HomeAnalysisPolicy inconsistency a major threat to new Vic Falls bourse

Policy inconsistency a major threat to new Vic Falls bourse


THE recent revelation by Finance minister Mthuli Ncube that a number of mining firms will list on the foreign-currency-indexed Victoria Falls Stock Exchange (VFEX), though a positive development, is under threat from the government’s policy inconsistencies and flagrant violation of property rights, among other hurdles.

VFEX was established to enable companies to trade in forex to raise capital on the bourse while mechanisms to allow funds repatriation of foreign currency were being worked on.

Prior to the establishment of the bourse, three counters, namely PPC, Seed Co International and Old Mutual Limited were suspended from the Zimbabwe Stock Exchange (ZSE) over allegations of manipulating the exchange rate by virtue of their dual listings.

This suspension had a massive knock on investor confidence.

The VFEX was expected to be a game changer which would help transform the country’s fragile economy. However, since its colorful launch in October last year, the bourse situated in Victoria Falls has only attracted two companies — Seed Co International and Padenga Holdings.

Ncube, however, said the bourse was a potential hub for mining firms as scores of them were expected to list on the bourse.

But experts warned that the business environment in Zimbabwe was hostile and uncertain and the failure by the government to respect property rights by unilaterally suspending the ZSE was the final nail in the coffin as the same foreign investors quoted by VFEX also invest on ZSE.

They said the key requirement is to have independent markets free of government control and ensure monetary policy consistency.

While the ZSE closure had a significant impact, experts said, foreign investors or businesses prefer to deal with markets where there is rule of law, property is protected by law, where there are guarantees to property rights and no restrictions on moving capital.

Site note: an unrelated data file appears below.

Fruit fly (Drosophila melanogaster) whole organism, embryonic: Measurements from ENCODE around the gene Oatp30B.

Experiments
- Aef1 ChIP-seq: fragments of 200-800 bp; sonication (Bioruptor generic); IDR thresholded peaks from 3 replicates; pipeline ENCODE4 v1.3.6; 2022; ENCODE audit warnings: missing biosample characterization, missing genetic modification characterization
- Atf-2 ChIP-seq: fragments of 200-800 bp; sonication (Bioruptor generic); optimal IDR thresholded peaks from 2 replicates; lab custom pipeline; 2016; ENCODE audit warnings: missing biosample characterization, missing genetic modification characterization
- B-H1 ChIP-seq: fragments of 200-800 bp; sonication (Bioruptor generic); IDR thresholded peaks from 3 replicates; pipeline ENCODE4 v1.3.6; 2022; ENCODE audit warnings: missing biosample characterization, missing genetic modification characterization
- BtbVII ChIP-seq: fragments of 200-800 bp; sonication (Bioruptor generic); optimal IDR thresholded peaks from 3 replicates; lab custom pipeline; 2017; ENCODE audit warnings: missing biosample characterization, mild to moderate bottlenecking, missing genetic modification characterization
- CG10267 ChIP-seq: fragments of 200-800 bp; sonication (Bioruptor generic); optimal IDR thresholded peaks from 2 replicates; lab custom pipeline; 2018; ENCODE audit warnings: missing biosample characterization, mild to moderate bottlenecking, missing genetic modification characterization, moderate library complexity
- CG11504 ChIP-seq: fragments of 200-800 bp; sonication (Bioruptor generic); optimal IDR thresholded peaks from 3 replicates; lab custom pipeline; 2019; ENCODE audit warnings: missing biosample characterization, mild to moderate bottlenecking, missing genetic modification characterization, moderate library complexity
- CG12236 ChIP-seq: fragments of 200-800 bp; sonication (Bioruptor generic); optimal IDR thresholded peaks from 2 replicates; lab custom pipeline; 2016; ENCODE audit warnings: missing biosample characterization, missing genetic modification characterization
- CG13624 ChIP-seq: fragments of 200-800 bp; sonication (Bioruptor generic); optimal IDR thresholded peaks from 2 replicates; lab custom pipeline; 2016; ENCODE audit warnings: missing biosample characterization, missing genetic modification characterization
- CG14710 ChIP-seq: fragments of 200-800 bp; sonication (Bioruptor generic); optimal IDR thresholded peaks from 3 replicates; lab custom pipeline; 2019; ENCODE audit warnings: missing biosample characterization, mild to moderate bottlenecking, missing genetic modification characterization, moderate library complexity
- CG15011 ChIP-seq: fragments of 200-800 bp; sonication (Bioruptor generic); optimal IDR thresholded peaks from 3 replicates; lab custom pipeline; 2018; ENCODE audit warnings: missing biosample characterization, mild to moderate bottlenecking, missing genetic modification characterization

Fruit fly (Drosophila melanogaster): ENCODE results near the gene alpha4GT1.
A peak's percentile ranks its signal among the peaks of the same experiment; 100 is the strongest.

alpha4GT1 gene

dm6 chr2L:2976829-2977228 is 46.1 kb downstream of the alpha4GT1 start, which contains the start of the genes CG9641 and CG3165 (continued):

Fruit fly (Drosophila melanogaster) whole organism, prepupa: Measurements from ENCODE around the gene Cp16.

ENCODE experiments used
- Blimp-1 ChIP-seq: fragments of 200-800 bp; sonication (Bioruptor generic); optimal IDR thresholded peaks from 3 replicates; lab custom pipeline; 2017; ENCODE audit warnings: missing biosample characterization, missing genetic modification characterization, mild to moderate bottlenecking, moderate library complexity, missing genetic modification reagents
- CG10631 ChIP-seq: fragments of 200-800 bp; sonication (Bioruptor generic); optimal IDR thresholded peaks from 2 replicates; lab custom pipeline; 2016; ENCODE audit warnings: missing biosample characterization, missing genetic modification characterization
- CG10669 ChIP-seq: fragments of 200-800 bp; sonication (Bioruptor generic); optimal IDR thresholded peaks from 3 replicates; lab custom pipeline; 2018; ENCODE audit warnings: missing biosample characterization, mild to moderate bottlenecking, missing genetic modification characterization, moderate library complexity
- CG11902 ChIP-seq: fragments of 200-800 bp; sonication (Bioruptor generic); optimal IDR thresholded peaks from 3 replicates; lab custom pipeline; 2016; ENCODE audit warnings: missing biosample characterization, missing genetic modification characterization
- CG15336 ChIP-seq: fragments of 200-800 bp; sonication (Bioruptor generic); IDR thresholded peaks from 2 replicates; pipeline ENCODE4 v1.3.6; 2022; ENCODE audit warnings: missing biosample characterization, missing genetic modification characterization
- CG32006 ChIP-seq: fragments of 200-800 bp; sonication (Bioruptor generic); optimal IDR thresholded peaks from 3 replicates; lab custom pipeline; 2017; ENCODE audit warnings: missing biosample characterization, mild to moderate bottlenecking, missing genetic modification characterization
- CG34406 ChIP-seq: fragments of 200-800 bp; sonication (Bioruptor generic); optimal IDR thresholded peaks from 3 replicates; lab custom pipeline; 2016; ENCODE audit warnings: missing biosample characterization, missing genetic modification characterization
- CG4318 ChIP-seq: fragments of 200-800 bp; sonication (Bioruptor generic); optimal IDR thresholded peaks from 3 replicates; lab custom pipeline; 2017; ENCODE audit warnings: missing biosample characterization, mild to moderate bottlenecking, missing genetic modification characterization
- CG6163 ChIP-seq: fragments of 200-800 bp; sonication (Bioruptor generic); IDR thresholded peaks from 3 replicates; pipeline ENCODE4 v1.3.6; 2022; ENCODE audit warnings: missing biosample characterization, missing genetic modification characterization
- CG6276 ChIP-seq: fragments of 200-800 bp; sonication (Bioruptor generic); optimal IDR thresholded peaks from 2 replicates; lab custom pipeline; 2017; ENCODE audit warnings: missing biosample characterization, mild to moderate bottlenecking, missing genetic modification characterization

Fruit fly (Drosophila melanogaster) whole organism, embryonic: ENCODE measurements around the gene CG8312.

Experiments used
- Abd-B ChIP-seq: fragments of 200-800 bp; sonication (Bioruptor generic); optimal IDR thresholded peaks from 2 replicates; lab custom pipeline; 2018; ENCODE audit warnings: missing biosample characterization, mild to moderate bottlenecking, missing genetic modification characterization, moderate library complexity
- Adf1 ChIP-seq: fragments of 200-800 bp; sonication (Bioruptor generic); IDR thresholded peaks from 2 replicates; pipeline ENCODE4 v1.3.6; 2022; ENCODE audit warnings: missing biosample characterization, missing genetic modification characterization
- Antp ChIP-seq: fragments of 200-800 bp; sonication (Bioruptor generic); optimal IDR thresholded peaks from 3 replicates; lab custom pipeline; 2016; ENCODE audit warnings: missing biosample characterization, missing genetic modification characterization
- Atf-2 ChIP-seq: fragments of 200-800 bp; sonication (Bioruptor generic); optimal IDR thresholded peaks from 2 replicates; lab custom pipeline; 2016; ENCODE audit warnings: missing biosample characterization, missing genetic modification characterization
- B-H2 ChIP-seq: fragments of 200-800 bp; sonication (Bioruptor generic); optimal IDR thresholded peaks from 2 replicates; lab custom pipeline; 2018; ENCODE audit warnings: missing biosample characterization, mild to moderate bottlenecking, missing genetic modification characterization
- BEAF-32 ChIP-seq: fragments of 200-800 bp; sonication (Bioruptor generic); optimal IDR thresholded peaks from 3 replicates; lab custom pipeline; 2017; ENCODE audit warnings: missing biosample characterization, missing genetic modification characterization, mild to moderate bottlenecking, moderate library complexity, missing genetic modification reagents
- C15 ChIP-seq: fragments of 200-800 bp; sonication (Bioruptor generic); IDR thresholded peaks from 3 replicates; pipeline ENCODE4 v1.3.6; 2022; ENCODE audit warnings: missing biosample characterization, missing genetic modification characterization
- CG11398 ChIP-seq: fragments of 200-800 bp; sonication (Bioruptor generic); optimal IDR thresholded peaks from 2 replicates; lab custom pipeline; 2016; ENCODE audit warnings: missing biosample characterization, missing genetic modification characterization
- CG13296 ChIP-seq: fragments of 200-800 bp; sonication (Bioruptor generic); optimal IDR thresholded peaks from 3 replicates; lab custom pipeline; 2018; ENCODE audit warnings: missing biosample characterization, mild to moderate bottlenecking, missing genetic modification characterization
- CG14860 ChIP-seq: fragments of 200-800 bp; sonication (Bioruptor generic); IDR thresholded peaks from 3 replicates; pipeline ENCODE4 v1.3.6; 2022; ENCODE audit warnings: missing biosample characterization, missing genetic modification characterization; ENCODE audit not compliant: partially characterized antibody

Economic analyst Victor Bhoroma said the intended move by miners to list on VFEX points to their need to retain 100% of their foreign earnings.

He said that the 40% retained by the central bank at a pegged rate is hurting mining operations in a United States dollar economy where companies have to pay taxes in foreign currency.

“It also needs economic stability, transparency and accountable governance from the government. The closure of ZSE last year had a significant impact. Foreign investors or businesses prefer to deal with markets where there is the rule of law and with no restrictions on moving capital,” Bhoroma said.

Concerns about the VFEX were raised by investors in a Zoom meeting with Ncube just before its launch last year.

During the meeting, the head of research for sub-Saharan Africa at the Russian-headquartered Renaissance Capital, Yvonne Mhango, voiced fears among investors of doing business in Zimbabwe.

“We are an investment bank targeting frontier and emerging markets and our current clients include institutional investors who have invested in these frontier markets, Zimbabwe being one of them. So, we have clients that have invested in Zimbabwe and the main concern has been the lack of ease in terms of repatriating capital and dividends as well as, of course, significant changes in foreign currency policy that has discouraged foreign investors,” Mhango said.

Investment and research analyst Enock Rukarwa said export incentives announced by the government should create listing demand on VFEX.

“Victoria Falls Stock Exchange (VFEX) is nearing its first anniversary which is set for October 2021. However, counter liquidity remains a huge impediment on the currently listed companies looking at the volumes traded up to date. On the backdrop of the Covid-19 strain that has weakened company fundamentals, VFEX listing rate remains favorable under the circumstances and we remain upbeat that a handful of exporters might onboard in the short to medium-term.”

He said the suspension of trading on ZSE last year worsened confidence levels.

Securities Commission Exchange of Zimbabwe chief executive Tafadzwa Chinamo said the VFEX needed more time to reach full potential.

“We cannot at this point compare VFEX with ZSE which has been in business for years. Let us give it more time. For more than a decade now businesses have not been able to raise capital. They find it futile to raise capital in local currency. VFEX addresses that aspect that we want a platform where the private sector can attract hard currency,” Chinamo said.

“We are going to see that in the coming years. We are also looking at the diaspora where we are engaging them to participate. They are interested in sending money home and being there for the platforms’ development. More products are coming but it is going to take more time.”

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